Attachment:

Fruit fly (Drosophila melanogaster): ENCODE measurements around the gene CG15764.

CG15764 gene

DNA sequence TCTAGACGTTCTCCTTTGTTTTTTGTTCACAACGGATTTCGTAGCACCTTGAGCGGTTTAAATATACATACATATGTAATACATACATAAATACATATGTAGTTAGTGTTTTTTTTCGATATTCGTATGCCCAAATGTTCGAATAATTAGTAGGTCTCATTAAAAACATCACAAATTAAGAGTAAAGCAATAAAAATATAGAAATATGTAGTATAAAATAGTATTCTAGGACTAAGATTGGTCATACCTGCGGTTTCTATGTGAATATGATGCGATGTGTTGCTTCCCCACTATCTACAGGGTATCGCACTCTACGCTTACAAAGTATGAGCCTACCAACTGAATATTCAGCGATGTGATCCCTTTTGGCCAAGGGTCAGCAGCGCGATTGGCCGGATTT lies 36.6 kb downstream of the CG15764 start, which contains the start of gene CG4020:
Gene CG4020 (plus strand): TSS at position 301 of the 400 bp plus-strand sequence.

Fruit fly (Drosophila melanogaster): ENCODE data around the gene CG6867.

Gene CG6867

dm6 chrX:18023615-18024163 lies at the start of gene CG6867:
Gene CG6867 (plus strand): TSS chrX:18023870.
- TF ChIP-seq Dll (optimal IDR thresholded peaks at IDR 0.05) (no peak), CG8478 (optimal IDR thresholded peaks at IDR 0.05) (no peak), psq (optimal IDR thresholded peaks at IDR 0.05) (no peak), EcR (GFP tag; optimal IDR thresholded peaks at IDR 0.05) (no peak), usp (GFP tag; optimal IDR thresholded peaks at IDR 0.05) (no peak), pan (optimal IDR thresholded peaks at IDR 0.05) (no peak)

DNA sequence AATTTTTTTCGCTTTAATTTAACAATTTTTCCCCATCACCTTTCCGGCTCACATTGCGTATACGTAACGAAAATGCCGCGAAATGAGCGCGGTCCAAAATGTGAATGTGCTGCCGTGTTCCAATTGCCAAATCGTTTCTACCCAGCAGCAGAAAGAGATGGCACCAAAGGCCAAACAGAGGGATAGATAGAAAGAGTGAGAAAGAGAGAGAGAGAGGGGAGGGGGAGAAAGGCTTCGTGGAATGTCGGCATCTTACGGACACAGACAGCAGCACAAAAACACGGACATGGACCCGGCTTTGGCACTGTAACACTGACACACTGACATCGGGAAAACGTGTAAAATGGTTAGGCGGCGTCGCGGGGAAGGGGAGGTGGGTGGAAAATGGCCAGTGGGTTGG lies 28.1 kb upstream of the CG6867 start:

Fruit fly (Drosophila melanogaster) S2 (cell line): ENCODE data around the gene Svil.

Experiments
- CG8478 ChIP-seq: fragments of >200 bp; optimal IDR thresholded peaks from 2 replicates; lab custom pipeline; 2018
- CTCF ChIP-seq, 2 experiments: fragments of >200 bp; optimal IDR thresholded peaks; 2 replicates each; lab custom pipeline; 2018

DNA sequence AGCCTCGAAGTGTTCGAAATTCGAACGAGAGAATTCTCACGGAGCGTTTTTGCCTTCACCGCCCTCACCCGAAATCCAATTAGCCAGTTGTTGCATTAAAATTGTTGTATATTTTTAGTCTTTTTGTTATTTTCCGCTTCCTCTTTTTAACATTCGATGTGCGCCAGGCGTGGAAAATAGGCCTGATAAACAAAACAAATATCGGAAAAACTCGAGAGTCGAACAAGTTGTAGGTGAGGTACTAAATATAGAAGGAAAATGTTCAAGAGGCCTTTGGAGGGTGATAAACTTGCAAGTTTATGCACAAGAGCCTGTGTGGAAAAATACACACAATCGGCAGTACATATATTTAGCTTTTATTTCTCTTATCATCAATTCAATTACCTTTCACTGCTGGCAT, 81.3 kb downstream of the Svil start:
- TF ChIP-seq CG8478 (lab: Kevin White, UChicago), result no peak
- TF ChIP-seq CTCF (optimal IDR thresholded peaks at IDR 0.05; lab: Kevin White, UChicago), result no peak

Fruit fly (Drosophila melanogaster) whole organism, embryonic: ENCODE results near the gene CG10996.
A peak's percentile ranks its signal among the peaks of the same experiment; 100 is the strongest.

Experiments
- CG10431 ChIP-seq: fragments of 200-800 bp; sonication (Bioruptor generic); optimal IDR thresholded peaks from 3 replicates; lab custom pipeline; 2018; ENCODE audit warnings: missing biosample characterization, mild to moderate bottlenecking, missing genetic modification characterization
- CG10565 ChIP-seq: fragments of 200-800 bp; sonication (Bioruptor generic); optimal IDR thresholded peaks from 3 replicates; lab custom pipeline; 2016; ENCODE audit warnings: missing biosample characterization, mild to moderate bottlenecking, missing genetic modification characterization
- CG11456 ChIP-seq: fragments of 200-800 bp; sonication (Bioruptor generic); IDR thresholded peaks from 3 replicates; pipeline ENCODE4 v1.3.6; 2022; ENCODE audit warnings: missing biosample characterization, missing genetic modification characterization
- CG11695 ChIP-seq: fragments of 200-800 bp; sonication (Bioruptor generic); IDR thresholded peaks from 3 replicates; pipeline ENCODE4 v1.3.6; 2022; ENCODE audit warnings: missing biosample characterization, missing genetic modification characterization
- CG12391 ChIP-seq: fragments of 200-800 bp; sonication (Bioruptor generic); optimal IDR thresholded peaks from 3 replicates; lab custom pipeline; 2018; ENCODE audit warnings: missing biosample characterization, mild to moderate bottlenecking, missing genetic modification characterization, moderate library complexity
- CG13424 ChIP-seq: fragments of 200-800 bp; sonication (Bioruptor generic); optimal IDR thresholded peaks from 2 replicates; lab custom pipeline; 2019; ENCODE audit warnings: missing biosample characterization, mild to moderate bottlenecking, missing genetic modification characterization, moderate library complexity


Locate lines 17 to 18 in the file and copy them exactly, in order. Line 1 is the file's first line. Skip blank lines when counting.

- TF ChIP-seq CTCF (optimal IDR thresholded peaks at IDR 0.05; lab: Kevin White, UChicago), result no peak

Fruit fly (Drosophila melanogaster) whole organism, embryonic: ENCODE results near the gene CG10996.